Sunday, 9 December 2012


Killing Them Softly is only the second film to have been adapted from a novel by George V. Higgins. As the first was The Friends Of Eddie Coyle, which is a classic, and that was almost 40 years ago, this raises the simple question 'why?'. On the surface, Higgins' novels seem to invite the transition to screenplay; they are written primarily in dialogue, and in Killing Them Softly, just as in Eddie Coyle, large chunks of dialogue are transferred from page to screen virtually intact; forty years have not rendered Higgins' characters or their talk obsolete. Perhaps it's because the dialogue tells so much of the story: Higgins' stories are generally being told by one character to another, with the reader listening in to a very Boston (and Irish) kind of recital. Indeed, Andrew Dominik's adaptation of Cogan's Trade is set in 2008, in a place which looks and lives a lot like post-Katrina New Orleans, but has Boston's suburbs, and seems to be somewhere where everyone sounds like they're from somewhere else, including Australia.

If Eddie Coyle were a perfect little neo-noir, set in Boston's underground, Killing Them Softly aspires to be more, and that may be part of the reason it misses the bigger picture. For Dominik it's the set-up that is the point; the initial robbery, of a mob's poker game, is not quite an inside job, but includes the cynical framing of a hapless victim who has once before tried an inside job. The frame is engineered by a small-time grafter who hires two losers to pull off the job. It nearly works, but it is destined, inevitably, not to work. Jackie Cogan is the man sent in to set the balance right, his trade being that of killer, and in Higgins' world, that balance is a difficult equation, one that proves too difficult for Dominik.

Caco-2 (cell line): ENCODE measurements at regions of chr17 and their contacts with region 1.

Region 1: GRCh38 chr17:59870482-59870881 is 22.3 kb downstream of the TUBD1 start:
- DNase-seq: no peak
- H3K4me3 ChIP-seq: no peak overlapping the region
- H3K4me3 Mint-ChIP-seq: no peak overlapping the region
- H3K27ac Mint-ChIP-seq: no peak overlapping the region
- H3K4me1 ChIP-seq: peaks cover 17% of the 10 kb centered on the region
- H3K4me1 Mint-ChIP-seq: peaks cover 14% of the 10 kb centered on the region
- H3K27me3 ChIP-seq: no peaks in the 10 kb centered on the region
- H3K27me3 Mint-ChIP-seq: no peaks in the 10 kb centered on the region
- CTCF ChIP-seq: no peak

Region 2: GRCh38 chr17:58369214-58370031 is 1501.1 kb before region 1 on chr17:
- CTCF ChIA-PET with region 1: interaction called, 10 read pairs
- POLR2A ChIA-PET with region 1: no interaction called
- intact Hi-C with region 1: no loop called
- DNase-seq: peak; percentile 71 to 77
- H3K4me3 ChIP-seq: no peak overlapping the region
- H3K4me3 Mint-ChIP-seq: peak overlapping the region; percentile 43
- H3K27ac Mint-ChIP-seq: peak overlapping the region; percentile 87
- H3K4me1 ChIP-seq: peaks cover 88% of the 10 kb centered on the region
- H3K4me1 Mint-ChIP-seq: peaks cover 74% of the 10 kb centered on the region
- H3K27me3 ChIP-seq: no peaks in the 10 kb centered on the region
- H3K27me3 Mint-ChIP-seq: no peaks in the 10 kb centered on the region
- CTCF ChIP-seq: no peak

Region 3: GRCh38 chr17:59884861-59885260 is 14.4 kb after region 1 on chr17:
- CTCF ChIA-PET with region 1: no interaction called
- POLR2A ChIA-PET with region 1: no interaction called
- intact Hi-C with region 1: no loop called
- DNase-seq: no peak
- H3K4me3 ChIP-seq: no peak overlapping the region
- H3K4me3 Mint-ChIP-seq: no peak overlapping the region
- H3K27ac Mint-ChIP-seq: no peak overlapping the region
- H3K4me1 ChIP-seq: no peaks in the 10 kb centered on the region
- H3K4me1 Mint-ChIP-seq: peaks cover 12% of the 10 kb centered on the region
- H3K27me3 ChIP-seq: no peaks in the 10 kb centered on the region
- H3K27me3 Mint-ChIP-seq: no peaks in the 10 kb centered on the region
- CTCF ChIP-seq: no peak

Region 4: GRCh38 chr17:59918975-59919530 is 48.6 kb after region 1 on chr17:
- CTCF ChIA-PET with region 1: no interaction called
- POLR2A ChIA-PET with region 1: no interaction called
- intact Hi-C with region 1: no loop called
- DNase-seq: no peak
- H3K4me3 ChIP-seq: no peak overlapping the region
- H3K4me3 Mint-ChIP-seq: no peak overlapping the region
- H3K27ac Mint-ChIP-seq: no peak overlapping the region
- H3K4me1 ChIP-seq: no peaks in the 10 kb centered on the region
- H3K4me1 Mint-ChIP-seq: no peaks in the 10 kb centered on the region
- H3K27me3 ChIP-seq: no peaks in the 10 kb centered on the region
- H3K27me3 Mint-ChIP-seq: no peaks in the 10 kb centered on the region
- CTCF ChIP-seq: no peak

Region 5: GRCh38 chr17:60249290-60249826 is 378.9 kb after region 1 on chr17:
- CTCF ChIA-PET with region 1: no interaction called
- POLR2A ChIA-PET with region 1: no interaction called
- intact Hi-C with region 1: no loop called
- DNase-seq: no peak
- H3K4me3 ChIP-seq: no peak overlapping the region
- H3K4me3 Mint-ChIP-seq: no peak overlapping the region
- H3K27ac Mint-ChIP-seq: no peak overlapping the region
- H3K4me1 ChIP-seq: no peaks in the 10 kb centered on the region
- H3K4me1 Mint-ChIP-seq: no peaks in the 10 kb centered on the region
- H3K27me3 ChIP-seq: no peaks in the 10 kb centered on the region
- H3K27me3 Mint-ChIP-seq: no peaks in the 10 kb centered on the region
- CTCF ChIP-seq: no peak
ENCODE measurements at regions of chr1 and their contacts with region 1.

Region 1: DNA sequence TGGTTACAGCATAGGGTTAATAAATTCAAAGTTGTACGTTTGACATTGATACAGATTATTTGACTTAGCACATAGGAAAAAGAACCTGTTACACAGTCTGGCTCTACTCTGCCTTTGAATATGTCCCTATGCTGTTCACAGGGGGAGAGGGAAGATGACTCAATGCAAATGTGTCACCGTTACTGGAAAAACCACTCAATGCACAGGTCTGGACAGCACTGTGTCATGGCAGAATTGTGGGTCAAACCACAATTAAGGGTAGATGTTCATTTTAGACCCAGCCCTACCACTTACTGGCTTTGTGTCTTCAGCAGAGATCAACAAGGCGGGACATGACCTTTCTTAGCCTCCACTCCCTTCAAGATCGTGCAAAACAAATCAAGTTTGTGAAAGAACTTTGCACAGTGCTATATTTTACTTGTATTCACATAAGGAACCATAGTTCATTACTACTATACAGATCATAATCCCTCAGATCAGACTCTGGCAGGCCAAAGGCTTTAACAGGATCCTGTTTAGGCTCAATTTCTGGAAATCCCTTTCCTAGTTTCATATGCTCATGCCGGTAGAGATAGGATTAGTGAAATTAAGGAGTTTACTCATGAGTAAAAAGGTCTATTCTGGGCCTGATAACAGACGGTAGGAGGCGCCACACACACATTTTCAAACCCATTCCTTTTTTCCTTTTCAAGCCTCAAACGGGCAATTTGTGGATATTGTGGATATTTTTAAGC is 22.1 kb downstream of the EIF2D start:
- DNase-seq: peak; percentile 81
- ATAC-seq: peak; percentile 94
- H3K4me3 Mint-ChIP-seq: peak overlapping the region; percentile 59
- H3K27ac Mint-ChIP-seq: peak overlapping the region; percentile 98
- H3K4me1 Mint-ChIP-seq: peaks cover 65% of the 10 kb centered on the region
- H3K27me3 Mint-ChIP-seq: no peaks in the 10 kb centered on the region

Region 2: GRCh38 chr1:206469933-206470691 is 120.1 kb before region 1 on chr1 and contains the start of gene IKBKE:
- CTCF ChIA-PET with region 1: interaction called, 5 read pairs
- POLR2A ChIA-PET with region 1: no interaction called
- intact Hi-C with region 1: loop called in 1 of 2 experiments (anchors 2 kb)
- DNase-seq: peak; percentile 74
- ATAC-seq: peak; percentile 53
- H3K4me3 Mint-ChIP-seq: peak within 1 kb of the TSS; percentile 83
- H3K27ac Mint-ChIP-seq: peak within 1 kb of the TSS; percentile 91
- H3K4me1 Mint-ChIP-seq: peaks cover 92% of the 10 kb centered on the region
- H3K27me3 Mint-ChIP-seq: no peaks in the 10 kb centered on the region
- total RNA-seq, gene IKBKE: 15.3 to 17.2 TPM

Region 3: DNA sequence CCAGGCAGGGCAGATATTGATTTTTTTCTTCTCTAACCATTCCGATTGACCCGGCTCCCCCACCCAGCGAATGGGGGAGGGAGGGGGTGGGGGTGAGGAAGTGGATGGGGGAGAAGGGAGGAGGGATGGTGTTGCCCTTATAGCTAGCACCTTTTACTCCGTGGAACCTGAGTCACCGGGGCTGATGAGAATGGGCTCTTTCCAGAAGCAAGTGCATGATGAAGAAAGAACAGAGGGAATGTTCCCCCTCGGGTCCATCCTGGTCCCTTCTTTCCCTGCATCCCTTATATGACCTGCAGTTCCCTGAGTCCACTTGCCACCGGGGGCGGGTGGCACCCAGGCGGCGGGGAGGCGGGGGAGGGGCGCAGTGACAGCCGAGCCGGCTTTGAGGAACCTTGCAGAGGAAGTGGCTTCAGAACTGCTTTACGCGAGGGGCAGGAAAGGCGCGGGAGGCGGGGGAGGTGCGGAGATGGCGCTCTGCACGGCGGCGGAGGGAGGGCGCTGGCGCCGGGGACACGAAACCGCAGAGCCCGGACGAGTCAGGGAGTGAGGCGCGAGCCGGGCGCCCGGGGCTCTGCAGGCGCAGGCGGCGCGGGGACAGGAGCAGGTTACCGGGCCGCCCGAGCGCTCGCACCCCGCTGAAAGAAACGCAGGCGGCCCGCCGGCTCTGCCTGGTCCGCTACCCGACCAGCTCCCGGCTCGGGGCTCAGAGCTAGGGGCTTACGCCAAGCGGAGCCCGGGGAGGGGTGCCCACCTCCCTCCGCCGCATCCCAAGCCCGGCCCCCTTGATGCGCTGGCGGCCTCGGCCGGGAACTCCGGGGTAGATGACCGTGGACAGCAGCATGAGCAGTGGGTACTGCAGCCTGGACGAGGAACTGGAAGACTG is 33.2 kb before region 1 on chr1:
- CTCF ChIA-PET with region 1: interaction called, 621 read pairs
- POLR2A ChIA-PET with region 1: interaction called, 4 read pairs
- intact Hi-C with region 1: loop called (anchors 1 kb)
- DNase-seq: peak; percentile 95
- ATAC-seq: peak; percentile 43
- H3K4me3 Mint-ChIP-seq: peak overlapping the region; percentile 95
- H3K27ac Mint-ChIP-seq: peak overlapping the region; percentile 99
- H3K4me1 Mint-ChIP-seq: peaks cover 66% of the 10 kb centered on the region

You can see how in bits of the film that are his, not Higgins', like the title. It comes from Cogan's explaining why he likes to kill from a distance, 'softly', because it's embarrassing the way people behave when they realise they are going to die. It marks a sort of embarrassment of his own, not so much at his job, but at the fact that his job is necessary. In Higgins' world, Cogan's job is necessary because although the world has its rules, they are honoured in their breach; that is exactly the way the world works. In Dominick's version, the world doesn't really work. This leads him to surround the story with reminders of the world we are living in, mostly shown on TVs running in the background,with Barack Obama, Shrub Bush, or 'Hank' Paulson illustrating disaster and break-down in the 'real' world outside. It culminates with a shut-down speech by Cogan (as played by Brad Pitt) to the mob lawyer played by Richard Jenkins. On the surface, it is the most prefect Higgins scene, because Jenkins' character is actually the one who best reflects Higgins' world, the one character in this film who could have fit comfortably into Eddie Coyle. Pitt's lecture, however, seems to have been lifted from Howard Zinn, or maybe Oliver Stone or James Ellroy, about how corruption and cheating are at the heart of America; it sure doesn't come from Higgins. Higgins understood that rules are honoured in their breach, and that the real world functions (or perhaps functioned, before the focus of 24/7 TV) in those breaches. It's why many of his best books work in the areas where people make the corruption work, or illustrate to the naïve how it can work.